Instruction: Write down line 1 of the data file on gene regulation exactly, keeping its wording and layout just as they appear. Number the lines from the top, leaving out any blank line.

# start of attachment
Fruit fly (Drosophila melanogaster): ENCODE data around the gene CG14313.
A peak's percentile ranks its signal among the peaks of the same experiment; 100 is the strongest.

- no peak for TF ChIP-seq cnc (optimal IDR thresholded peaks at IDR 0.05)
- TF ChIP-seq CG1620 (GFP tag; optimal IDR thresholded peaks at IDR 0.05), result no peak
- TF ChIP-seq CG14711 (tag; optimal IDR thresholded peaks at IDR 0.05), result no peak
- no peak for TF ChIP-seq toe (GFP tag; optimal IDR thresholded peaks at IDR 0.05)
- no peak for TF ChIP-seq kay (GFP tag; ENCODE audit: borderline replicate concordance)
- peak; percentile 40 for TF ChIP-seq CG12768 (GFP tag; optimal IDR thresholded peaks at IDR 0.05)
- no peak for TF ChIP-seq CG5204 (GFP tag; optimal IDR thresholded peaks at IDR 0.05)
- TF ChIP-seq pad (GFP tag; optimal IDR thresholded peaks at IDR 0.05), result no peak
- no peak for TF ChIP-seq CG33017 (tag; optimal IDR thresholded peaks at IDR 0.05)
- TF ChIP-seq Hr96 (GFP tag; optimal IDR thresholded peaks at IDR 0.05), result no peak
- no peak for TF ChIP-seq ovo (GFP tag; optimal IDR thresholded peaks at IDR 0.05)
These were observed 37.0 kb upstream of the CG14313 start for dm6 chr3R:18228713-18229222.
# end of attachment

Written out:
Fruit fly (Drosophila melanogaster): ENCODE data around the gene CG14313.